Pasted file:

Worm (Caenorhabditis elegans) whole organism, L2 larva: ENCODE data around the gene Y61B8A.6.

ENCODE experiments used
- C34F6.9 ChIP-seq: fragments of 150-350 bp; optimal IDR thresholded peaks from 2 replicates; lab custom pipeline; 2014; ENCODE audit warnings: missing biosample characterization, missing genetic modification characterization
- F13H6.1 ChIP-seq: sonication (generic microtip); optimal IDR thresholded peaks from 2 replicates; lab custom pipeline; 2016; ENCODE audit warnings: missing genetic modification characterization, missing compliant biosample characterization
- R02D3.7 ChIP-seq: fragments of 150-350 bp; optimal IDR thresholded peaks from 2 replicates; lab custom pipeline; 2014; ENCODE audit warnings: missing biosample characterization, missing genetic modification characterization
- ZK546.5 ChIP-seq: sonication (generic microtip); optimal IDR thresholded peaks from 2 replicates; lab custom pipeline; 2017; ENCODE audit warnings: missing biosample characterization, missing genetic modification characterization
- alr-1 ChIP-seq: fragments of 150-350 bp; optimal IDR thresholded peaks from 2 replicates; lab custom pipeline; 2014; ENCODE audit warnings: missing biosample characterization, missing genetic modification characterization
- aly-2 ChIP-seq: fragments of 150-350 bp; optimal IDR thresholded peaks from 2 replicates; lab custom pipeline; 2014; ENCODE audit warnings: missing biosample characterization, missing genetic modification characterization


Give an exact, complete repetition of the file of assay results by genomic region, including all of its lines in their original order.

Worm (Caenorhabditis elegans) whole organism, L2 larva: ENCODE data around the gene Y61B8A.6.

ENCODE experiments used
- C34F6.9 ChIP-seq: fragments of 150-350 bp; optimal IDR thresholded peaks from 2 replicates; lab custom pipeline; 2014; ENCODE audit warnings: missing biosample characterization, missing genetic modification characterization
- F13H6.1 ChIP-seq: sonication (generic microtip); optimal IDR thresholded peaks from 2 replicates; lab custom pipeline; 2016; ENCODE audit warnings: missing genetic modification characterization, missing compliant biosample characterization
- R02D3.7 ChIP-seq: fragments of 150-350 bp; optimal IDR thresholded peaks from 2 replicates; lab custom pipeline; 2014; ENCODE audit warnings: missing biosample characterization, missing genetic modification characterization
- ZK546.5 ChIP-seq: sonication (generic microtip); optimal IDR thresholded peaks from 2 replicates; lab custom pipeline; 2017; ENCODE audit warnings: missing biosample characterization, missing genetic modification characterization
- alr-1 ChIP-seq: fragments of 150-350 bp; optimal IDR thresholded peaks from 2 replicates; lab custom pipeline; 2014; ENCODE audit warnings: missing biosample characterization, missing genetic modification characterization
- aly-2 ChIP-seq: fragments of 150-350 bp; optimal IDR thresholded peaks from 2 replicates; lab custom pipeline; 2014; ENCODE audit warnings: missing biosample characterization, missing genetic modification characterization